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Russian Traffic Police Force Returns Soviet-Era Name

Soviet-era mosaic depicting a traffic policeman in the city of Tambov. Anatoly Dushin (CC BY-SA 3.0)

Russia’s Main Directorate for Traffic Safety (GIBDD) has been renamed back to the Soviet-era State Automobile Inspectorate (GAI), the state-run TASS news agency reported Tuesday, citing the head of the traffic police force.

“We’ve now become the State Automobile Inspectorate,” the agency head Mikhail Chernkiv said during an Interior Ministry meeting on Tuesday.

Soviet authorities first established the GAI in 1936. Russia’s modern traffic police force maintained that name following the collapse of the U.S.S.R. until it was changed to the GIBDD in 1998.

During Tuesday’s meeting, Chernkiv appeared to suggest that Russia’s regular police force might also see a return to the Bolshevik-imposed name “militia” in place of the current Tsarist-era “police,” which was re-introduced in 2010 as part of law enforcement reforms under ex-president Dmitry Medvedev.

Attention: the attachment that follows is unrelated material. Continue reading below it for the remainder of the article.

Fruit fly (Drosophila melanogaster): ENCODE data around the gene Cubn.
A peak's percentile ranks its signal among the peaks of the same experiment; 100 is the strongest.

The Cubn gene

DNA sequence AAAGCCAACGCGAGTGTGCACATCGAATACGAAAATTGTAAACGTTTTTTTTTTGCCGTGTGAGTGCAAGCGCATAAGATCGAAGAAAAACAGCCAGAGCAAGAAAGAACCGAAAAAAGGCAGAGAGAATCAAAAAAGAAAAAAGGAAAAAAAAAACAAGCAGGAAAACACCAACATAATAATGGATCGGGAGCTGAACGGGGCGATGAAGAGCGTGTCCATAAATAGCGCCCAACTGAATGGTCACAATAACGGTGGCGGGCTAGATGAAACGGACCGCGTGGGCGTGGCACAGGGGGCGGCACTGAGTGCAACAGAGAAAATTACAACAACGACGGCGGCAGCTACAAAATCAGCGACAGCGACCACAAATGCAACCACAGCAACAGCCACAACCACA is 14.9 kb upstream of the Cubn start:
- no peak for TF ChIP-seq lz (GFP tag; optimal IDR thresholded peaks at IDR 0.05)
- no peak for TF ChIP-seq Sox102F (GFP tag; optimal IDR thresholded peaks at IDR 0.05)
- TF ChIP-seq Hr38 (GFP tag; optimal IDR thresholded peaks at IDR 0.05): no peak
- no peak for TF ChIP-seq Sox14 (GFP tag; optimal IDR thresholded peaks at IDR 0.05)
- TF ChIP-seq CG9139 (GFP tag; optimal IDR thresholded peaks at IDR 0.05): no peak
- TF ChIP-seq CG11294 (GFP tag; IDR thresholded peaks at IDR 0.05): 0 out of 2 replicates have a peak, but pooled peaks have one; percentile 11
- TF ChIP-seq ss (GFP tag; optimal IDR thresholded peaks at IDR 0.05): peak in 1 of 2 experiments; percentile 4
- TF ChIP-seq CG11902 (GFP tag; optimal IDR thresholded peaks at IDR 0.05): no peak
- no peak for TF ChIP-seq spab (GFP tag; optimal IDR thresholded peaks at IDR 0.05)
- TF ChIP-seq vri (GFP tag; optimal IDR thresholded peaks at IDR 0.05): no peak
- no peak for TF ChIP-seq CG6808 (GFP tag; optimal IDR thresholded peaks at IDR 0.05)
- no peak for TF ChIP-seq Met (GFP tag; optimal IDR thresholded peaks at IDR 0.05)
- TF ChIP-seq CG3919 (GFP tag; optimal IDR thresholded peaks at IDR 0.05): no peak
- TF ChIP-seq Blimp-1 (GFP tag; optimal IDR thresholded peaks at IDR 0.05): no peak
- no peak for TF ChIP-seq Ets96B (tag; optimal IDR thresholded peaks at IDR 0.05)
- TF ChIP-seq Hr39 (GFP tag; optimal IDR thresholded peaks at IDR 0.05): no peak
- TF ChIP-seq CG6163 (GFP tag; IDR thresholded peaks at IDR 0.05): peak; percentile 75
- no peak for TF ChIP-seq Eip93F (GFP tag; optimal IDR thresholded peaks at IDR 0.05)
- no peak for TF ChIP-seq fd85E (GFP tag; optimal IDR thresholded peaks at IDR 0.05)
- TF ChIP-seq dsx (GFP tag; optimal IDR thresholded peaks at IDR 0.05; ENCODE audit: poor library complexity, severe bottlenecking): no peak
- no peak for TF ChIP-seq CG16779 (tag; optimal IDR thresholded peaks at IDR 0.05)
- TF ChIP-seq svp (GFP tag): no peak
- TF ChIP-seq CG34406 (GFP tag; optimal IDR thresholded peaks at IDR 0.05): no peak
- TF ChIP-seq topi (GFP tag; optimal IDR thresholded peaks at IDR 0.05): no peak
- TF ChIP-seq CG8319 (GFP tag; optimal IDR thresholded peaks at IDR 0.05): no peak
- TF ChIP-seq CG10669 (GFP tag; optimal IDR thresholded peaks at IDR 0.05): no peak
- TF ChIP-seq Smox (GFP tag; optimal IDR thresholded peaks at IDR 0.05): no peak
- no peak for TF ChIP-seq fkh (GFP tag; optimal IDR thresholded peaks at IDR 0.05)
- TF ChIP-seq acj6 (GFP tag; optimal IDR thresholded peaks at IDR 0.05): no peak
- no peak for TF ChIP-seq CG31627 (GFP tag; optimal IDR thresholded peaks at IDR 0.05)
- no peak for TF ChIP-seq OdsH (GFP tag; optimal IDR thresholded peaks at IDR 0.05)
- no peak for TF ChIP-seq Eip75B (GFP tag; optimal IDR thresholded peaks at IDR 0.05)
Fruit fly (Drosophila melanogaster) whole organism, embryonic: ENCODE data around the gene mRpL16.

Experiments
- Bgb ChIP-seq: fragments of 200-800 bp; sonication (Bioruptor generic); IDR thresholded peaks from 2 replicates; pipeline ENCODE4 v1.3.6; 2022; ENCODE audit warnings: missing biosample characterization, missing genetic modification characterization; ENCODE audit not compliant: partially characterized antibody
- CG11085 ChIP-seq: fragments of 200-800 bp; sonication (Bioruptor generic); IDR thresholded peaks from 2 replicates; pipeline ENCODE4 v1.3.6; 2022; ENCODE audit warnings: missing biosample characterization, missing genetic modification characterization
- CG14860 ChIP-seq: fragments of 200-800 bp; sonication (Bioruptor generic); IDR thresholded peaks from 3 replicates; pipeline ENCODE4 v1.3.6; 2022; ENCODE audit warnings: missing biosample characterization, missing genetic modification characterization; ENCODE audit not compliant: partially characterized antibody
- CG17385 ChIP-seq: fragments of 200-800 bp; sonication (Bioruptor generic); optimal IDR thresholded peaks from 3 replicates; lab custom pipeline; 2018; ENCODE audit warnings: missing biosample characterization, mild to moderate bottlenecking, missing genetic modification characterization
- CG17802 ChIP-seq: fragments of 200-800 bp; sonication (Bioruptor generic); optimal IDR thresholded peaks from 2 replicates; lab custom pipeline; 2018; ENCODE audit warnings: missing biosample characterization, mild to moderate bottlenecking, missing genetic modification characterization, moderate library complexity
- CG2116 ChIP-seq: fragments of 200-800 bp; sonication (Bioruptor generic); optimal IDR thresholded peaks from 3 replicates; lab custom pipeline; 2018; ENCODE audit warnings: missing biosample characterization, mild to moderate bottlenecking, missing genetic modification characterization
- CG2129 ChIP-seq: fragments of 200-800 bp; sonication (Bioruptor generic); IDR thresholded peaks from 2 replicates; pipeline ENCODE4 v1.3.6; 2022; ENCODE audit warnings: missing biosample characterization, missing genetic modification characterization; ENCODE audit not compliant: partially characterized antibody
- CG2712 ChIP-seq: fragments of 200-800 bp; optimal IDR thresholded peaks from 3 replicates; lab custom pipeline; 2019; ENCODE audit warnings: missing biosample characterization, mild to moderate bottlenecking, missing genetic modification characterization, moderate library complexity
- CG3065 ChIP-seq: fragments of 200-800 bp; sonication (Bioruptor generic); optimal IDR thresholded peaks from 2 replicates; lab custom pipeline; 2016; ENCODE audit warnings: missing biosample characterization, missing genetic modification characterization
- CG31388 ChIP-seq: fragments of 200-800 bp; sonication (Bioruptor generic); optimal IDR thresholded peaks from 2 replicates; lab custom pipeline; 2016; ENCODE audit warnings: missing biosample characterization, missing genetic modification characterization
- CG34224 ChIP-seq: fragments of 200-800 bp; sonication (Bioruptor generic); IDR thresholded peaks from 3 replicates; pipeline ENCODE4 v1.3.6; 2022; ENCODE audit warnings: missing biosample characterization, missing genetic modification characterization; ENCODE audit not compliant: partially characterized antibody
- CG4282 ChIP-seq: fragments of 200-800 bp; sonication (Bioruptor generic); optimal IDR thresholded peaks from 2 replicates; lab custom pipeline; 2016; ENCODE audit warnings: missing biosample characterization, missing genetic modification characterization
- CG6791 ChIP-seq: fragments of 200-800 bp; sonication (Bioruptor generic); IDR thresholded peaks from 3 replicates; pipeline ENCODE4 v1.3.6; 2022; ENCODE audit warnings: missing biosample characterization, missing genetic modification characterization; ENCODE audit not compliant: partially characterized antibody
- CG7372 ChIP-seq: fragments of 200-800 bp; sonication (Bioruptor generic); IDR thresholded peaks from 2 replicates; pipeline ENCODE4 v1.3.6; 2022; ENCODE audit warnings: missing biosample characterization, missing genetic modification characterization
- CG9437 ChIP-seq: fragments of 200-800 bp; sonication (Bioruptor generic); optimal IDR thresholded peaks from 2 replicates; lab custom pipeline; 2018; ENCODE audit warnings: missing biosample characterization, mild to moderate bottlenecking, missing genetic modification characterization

Chernikov said the traffic police name change had already taken effect, adding that all official documents now carry the GAI acronym.

Politicians in Russia had regularly suggested changing the name of the traffic police force after it became known as the GIBDD in the late 1990s.

Shortly after first assuming office in 2001, Russian President Vladimir Putin said he did not understand the reason for the renaming.

“There is this organization called GIBDD. It’s hard to pronounce, and I really don’t see why they changed it. No one can seem to explain it,” Putin said at the time.

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